Bioethics, healthcare policy, and related issues.
Joe Carter, rising star in the right-wing religious think tank milieu and blogger of the always-interesting Evangelical Outpost, makes one of his not-infrequent visits to fetus-fetish loopyland today. He contributes an overwrought and, basically, just kind of weird open letter to early-stage fetuses:
Let me begin by congratulating you on making it through the embryonic stage. Too many of our fellow humans don’t even make it as far as you have now. Many died of natural causes. Others were cut down prior to implantation by an abortifacient. Still others are trapped in the freezers of IVF clinics, in suspended animation awaiting their fate. . . .
He then offers “advice” to fetuses on how to avoid abortion (don’t have birth defects, don’t be part of an at-risk multiple pregnancy, etc.). Joe, it should be explained, is not dumb enough to think he can talk to fetuses. He just does it anyway. Naturally, all his “advice” to the fetus is really veiled criticism of the pregnant woman: for failing to carry three or more fetuses to term regardless of risk, for failing to have a child with birth defects, for being one of the roughly 0.04% of American women who pursue sex selection, or for having genetic-health preferences he doesn’t approve of.
Naturally as well, the piece goes to lengths to paint every possible alternative for a pregnant woman, except, notably, the one he approves of, as evidence of that woman’s depravity. He explicitly quotes the facts that:
Carrying three babies to term would more than double the woman’s risk of developing the most severe diseases of pregnancy, such as preeclampsia. The average triplet is born two months premature, significantly raising the risk of disabilities . . . .
But he excoriates the choice to reduce multiple pregnancies to avoid these risks. He characterizes the implantation of multiple embryos to increase chances of pregnancy (because of the high failure rates in IVF) as efforts “to save money” – but he previously harshly criticized Amy Richards, the subject of an infamous New York Times profile who had a selective reduction of her unplanned, accidental triplet pregnancy as well. So, not only is it immoral to subject yourself and your fetuses to the increased risk of multiple pregnancies, but it is also immoral to do anything about it if you do find yourself in that position. And, being unable to afford multiple rounds of IVF at $10,00 – $20,000 a shot is, of course, mere selfishness, but you’re forbidden to assert your own worth even if you didn’t pursue a multiple pregnancy “to save money”. (His pretended concern for the risks to the woman of a multiple pregnancy is clearly window-dressing; no woman is allowed to act to reduce that risk no matter how or why she encountered it.) You’re bad if you implant more than two embryos, you’re bad if you can’t afford not to, and you’re bad if you reduce the risks you face after stumbling through the previous two problems. In other words, taking any positive action to control your risks and outcomes according to your own values and desires is immoral.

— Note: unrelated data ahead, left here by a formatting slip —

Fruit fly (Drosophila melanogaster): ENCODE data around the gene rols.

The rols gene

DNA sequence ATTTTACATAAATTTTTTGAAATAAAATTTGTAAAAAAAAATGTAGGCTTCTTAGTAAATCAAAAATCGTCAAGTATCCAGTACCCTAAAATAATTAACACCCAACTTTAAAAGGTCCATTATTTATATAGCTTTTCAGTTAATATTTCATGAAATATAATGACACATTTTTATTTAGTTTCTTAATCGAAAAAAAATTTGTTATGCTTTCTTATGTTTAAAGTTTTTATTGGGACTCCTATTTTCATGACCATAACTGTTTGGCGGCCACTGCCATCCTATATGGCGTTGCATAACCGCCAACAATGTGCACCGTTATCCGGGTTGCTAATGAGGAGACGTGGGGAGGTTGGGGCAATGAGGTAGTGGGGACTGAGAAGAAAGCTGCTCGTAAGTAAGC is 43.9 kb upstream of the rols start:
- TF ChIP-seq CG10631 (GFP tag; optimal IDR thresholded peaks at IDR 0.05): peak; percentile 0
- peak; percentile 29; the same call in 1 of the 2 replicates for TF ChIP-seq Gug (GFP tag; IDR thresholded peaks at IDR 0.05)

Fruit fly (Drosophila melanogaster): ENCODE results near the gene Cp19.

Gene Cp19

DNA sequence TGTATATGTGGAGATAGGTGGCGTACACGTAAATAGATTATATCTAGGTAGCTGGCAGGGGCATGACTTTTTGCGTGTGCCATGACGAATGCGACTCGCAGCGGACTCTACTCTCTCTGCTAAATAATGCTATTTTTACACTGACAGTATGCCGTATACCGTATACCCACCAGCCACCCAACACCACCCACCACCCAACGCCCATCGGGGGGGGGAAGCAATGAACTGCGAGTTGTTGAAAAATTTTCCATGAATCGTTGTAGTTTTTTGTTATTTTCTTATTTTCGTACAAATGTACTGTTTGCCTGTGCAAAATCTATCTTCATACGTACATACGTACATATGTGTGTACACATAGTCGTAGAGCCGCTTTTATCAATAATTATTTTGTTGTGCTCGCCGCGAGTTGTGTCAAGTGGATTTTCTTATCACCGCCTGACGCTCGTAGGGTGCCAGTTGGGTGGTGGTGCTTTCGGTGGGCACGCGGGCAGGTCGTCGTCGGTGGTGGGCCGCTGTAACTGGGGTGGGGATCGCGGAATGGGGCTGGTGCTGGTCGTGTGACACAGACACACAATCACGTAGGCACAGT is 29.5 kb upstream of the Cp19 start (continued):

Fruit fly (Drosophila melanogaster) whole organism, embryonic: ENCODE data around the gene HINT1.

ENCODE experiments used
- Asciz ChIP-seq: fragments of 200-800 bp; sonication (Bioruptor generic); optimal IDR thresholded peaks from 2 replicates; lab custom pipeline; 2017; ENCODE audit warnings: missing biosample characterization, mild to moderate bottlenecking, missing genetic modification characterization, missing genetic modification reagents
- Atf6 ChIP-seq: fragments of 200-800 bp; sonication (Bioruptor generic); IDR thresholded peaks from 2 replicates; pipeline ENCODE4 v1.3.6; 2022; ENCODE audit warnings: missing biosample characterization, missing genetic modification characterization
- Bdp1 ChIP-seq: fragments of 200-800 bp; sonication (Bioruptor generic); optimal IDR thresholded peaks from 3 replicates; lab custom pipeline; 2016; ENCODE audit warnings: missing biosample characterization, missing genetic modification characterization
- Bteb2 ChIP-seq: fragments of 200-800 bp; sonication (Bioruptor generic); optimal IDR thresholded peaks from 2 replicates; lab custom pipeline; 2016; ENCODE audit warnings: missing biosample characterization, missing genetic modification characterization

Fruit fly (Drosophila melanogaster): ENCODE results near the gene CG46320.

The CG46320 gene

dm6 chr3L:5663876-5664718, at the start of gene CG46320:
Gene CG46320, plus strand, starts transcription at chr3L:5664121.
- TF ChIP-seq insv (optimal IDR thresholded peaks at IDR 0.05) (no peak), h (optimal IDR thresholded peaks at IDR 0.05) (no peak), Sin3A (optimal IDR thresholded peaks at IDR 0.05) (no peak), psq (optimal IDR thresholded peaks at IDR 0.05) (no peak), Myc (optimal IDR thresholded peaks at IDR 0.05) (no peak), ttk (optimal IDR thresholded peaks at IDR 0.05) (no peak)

The rest is just typical emotive fetus-swooning (“May our Lord have mercy on your poor fetal soul”; ” society has decided that it is better for you to be put to death”; “Your best hope is to pray and hope that others are praying for you too”) and woman-hating (there is not one reference to a woman’s “choice” that suggests there would be any positive benefit to her to control her own biological destiny; women’s autonomy is, literally, for Joe, nothing more than “the right to kill a fetus for any reason you choose” – not one of which such reasons he mentions or acknowledges might even exist). In none of the situations he mentions – birth defects, unplanned multiple pregnancies, risky pregnancies, genetic diagnosis – is there the slightest hint that being denied the right to control your own and your offspring’s future could be of any benefit. In every case, he picks what he considers the least defensible exercise of a woman’s choice not to carry a pregnancy – Down’s Syndrome, “squinting” – and mocks the very idea that anyone should be allowed to have preferences about the matter. More serious choices – Huntington’s Disease, Tay Sachs – are never mentioned, and clearly form no barrier to forcing women to continue a pregnancy against their will.
But what else would this be? I didn’t expect any sudden access of insight or empathy in such a post. I do find it useful to chart the clinical course of right-wing dementia, however. Now they’re talking to fetuses. What next? More importantly, is there an end stage, or are they all just going to wind up like Strom Thurmond, 100 years old, babbling like a banshee and yapping offensive remarks at women in their intermittent lucid moments? (OK – maybe this is the end stage. But how long can this go on?)
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